Tribeca’s P.S. 234 is no stranger to overcrowding, but last night the packed auditorium was full of stressed downtown parents instead of their children.
The parents were there to speak out on the Department of Education’s rezoning proposal for downtown Manhattan during the first of multiple public hearings held by the Community Education Council for District 2.
It is the third time District 2 has been rezoned in as many years as new schools have come online to serve the district’s growing number of families. In 2009, the department offered up multiple rezoning options, pitting parents against each other based on how their children would be affected. This year, the department released a single proposal for the council to revise and approve.
“We went through some wars together,” Elizabeth Rose, from the DOE’s department of portfolio management, told the parents at last night’s meeting. “Tonight, I’m mostly here to listen.”
Rose, CEC members, and other officials heard parents complain that they had moved to Tribeca in order to send their children to the popular P.S. 234, only to find out that they could be rezoned and see the value of their homes fall. They heard concerns about changes to a longstanding policy of treating the West Village as a single zone shared by multiple schools. And they heard worries about the “sketchy” neighborhood that students might have to walk through to get from Tribeca to P.S. 3 in the West Village.
Together, the parents argued that the rezoning proposal did not meet downtown’s real needs: for the DOE to bring school zones in line with neighborhood boundaries, ensure students’ safety during their commutes, and build more schools in Lower Manhattan.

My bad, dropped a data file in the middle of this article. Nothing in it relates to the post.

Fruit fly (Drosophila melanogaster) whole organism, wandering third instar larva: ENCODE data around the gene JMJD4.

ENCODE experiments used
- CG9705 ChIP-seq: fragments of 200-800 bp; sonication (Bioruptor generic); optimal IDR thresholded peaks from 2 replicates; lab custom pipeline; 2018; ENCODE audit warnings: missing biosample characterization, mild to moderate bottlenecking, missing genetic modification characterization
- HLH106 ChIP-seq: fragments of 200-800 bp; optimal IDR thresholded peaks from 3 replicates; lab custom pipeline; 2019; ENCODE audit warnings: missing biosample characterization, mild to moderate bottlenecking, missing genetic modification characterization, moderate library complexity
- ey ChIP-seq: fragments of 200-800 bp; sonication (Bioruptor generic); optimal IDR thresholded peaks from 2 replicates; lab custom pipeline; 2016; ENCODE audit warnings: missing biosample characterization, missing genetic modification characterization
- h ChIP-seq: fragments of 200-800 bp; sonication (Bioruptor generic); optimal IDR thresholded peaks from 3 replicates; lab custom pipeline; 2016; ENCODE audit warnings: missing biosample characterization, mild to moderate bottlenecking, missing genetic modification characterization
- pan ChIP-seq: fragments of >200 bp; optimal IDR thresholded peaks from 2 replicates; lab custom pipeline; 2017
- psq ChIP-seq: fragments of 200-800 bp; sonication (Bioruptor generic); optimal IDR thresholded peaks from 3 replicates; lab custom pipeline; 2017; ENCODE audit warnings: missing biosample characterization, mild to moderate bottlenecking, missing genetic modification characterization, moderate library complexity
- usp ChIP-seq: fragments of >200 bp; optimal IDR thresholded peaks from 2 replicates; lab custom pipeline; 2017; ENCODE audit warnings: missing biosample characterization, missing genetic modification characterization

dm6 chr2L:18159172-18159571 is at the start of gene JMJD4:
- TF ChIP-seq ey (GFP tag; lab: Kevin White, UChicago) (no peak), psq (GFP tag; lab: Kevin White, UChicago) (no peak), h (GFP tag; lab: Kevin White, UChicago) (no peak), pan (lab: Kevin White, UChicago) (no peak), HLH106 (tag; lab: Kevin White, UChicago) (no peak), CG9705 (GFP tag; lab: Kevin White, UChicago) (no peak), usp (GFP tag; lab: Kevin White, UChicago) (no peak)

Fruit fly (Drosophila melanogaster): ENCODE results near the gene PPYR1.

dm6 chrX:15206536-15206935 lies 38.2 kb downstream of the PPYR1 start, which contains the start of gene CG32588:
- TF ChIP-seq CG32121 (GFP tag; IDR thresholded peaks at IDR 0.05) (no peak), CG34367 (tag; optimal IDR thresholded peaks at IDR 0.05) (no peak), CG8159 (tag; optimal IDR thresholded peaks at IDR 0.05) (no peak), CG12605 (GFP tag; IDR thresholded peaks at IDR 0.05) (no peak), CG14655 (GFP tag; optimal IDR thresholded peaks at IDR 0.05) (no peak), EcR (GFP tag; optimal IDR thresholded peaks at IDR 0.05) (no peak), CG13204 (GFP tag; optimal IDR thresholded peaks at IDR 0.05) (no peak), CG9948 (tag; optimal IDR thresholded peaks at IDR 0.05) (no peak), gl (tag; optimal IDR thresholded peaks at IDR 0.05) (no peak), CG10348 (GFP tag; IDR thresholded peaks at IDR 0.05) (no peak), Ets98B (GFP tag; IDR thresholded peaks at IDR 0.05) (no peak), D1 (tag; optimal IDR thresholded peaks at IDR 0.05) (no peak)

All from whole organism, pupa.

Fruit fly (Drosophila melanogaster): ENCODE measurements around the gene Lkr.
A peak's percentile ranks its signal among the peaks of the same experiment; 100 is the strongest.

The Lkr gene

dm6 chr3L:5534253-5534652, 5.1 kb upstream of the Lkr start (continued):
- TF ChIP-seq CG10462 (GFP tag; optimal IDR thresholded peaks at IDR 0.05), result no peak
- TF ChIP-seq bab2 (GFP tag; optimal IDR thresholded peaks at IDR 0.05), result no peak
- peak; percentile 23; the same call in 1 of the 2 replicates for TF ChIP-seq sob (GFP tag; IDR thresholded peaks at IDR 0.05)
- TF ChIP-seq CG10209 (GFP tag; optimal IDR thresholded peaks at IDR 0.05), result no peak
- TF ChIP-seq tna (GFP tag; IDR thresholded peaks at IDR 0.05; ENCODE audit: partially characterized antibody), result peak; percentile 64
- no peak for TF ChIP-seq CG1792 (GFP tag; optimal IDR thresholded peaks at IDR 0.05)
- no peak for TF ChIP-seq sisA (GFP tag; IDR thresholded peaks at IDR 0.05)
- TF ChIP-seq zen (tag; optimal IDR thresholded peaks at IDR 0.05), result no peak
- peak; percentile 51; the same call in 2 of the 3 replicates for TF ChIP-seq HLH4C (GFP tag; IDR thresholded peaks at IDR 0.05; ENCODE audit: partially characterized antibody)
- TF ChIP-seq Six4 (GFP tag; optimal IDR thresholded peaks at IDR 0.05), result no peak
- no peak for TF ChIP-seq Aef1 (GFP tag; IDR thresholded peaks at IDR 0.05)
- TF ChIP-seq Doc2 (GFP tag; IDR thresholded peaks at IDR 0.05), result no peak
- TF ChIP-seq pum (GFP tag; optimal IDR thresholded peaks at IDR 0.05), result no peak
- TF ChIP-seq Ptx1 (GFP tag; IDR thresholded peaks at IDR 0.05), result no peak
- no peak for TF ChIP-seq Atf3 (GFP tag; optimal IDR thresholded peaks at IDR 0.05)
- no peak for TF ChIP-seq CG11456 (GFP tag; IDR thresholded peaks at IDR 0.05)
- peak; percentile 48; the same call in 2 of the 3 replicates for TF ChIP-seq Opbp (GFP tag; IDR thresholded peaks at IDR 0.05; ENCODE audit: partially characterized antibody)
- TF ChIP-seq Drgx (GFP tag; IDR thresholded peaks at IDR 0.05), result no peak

They also said that the rezoning proposal is inducing an identity crisis for Tribeca, whose name is based on having Canal Street as a northern boundary. The new plan would use North Moore Street, roughly five blocks away, as a school zone line, forcing families in the northern tip of Tribeca to make the trek above Canal Street to P.S. 3.
“By making this division, you are cutting Tribeca in half,” one parent said.
“It’s asking you not to be neighbors with your neighbors,” a later speaker echoed.
And no matter how the zoning issues are resolved — in an iterative process that could take months — some speakers reminded the community that shifting zones was a temporary solution for a neighborhood that is bursting at the seams with new residential buildings and a rising birth rate.
Rezoning “is like rearranging deck chairs on the Titanic,” said Tricia Joyce, a P.S. 234 parent. “The nose of the ship is going down and our children are on it.”
Michael Markowitz, CEC council member and co-chair of the zoning committee, agreed with Joyce’s metaphor: “No one should think that rezoning is anything other than making the life boats sink concurrently.”
The ultimate solution community members called for – well beyond the scope of what could have been resolved in a single evening and unlikely at a time of continuing budget cuts – was more school construction. One speaker got a head start on the hunt for real-estate, begging the DOE to place a bid on a foreclosed building across the street from his apartment.
“Quite frankly we don’t have the capital plan to build all of the seats we would like to build,” Rose said.